I would love to have brick oven.  Probably prefer it inside since I'd be making pizza every for every meal and becoming morbidly obese.  Pizza is defintely one of my weaknesses.


It was a little smokey as we had some stray pecan wood chips in there from a previous session.mostly it was nice cause it was 100 plus degrees out and I didn't want the indoor oven going
"Creativity is the residue of wasted time" - A. Einstein

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Offline tschmidlin

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Re: What's For Dinner?
« Reply #553 on: July 13, 2012, 10:52:24 PM »
I find the key to grilled pizza to be first cooking one side of the dough, then pull it and dress the cooked side with sauce/cheese/toppings, then put it back on raw side down.  It just takes a few minutes to melt the cheese.  A little extra oil in the dough helps too.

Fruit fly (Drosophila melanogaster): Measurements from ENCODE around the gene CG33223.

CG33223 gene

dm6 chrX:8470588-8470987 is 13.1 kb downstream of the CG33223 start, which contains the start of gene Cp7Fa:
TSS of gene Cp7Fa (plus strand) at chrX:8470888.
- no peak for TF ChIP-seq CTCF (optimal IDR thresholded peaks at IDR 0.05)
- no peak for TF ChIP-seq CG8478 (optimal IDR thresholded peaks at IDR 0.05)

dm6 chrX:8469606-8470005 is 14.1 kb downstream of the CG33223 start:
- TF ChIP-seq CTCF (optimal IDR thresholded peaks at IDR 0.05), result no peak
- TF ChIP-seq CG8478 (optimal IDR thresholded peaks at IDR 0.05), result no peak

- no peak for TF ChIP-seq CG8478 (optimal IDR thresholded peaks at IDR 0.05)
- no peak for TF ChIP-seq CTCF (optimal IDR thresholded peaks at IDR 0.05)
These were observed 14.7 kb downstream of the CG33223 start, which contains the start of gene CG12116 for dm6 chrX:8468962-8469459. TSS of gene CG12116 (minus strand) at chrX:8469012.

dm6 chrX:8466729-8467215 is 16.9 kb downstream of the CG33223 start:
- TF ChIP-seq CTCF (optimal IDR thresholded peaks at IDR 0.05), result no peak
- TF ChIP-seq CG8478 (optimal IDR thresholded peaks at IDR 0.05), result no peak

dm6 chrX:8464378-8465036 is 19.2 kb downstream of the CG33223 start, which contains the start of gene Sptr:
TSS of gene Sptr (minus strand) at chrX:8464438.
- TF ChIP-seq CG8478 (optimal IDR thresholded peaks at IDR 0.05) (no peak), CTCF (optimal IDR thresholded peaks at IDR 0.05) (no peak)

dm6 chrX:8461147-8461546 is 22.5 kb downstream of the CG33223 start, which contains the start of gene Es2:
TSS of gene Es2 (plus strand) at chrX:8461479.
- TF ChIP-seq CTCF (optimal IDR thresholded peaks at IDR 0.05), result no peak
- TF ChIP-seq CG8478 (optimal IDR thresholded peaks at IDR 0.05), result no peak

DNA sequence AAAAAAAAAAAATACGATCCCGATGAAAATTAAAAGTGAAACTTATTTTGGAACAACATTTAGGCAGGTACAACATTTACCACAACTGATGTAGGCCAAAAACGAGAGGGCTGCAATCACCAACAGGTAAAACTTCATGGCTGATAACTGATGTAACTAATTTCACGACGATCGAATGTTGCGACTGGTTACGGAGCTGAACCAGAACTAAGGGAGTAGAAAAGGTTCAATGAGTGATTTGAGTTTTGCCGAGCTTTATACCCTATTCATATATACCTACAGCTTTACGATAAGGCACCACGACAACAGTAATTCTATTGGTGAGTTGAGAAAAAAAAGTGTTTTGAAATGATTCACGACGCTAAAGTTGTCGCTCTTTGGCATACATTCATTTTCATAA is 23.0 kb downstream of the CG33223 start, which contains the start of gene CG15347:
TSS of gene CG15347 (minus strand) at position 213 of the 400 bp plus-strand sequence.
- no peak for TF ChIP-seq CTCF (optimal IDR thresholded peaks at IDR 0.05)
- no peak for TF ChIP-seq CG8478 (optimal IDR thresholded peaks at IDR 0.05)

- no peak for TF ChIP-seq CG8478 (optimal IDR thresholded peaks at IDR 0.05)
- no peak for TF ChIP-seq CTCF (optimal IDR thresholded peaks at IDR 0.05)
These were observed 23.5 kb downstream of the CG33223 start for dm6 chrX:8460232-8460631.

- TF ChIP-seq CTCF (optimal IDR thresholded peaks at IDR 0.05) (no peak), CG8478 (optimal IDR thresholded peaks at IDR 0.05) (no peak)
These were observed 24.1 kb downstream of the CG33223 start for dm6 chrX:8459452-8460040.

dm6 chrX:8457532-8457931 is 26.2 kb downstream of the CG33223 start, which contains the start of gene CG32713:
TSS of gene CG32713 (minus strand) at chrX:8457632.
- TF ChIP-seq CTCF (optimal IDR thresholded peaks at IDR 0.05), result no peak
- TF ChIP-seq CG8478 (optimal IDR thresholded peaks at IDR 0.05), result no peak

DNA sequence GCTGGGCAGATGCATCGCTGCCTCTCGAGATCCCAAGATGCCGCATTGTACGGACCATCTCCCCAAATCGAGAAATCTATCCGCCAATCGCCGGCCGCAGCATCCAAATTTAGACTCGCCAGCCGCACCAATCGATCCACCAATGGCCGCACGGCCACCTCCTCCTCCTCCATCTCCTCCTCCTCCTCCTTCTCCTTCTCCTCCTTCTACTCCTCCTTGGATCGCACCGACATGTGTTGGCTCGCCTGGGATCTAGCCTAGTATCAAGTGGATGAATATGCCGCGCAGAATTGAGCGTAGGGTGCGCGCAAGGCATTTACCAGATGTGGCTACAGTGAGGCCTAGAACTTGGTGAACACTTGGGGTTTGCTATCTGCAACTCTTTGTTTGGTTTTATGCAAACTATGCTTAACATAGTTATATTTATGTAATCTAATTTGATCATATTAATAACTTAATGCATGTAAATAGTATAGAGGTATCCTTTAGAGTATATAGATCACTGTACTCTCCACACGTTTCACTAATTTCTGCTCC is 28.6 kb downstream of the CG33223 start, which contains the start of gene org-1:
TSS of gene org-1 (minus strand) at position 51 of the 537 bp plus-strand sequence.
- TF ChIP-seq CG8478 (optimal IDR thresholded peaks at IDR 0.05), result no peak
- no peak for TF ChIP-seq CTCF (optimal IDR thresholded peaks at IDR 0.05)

Tom Schmidlin

Offline erockrph

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Re: What's For Dinner?
« Reply #554 on: July 15, 2012, 08:26:54 PM »
As far as grilled pizza goes, I am by no means an expert but I've started to get comfortable with it over the past year. I usually roll out the dough, let it rest a few minutes, then roll it out again. No hand-tossing/stretching for me; I'm just not that skilled in the dough department. I don't necessarily need the dough to be paper-thin, but it can't be Chicago-deep. I cook one side just until it sets up, flip it, then top it. My favorite is actually just doing cinnamon-sugar on top - sort of like a grilled doughboy.

In other news - I cooked my first meal of the summer using ingredients out of my garden. Kitchen sink tacos - chourizo seitan with roasted anaheims, unroasted jalapenos and lime basil from the garden. Plus some local garlic and grilled corn. The sauce was some taco sauce I had laying around in the fridge thinned out with some homebrew IPA. It's what I call a "conversation starter lunch" when I bring the leftovers to work.